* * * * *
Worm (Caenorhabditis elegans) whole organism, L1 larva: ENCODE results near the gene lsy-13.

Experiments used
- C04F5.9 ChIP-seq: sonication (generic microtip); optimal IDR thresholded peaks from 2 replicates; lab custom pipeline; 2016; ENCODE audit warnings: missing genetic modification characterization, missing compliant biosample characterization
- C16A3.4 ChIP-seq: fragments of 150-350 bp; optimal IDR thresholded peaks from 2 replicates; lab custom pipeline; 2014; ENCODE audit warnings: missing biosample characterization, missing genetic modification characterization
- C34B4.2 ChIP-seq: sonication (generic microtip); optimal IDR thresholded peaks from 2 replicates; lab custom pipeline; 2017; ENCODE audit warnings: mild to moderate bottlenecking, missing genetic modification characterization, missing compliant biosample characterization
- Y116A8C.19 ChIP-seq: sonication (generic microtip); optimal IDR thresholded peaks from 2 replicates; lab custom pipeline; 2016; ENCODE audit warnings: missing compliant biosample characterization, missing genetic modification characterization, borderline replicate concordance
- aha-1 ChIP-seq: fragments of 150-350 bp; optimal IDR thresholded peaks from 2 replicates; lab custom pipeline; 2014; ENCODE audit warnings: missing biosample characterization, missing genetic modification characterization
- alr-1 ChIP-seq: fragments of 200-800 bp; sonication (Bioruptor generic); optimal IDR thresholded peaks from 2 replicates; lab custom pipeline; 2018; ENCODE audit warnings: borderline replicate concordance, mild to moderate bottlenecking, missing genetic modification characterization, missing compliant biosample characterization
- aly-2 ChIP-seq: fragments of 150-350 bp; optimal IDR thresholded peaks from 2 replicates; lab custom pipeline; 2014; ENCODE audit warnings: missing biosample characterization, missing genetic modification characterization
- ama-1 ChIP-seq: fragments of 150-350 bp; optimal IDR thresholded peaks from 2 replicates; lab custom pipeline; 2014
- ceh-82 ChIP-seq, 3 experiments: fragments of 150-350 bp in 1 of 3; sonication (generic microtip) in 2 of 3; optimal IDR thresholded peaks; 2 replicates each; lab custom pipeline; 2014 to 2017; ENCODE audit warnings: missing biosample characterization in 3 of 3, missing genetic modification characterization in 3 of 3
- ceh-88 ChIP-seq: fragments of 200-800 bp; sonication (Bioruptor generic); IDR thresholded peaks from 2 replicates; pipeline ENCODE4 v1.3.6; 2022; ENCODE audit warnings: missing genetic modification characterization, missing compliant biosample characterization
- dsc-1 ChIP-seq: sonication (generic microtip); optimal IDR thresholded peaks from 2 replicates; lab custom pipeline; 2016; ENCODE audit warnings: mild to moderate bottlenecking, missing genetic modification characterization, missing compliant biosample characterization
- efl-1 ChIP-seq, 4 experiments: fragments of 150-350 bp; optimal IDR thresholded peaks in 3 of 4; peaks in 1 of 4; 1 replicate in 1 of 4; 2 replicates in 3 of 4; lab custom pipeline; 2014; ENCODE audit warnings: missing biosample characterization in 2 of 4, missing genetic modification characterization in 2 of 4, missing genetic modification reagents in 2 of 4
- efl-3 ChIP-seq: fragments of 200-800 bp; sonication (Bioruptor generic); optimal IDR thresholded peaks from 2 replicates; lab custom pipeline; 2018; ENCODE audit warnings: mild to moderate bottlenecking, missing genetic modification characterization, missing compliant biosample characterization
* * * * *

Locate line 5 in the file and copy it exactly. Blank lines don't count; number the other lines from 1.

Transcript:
- C34B4.2 ChIP-seq: sonication (generic microtip); optimal IDR thresholded peaks from 2 replicates; lab custom pipeline; 2017; ENCODE audit warnings: mild to moderate bottlenecking, missing genetic modification characterization, missing compliant biosample characterization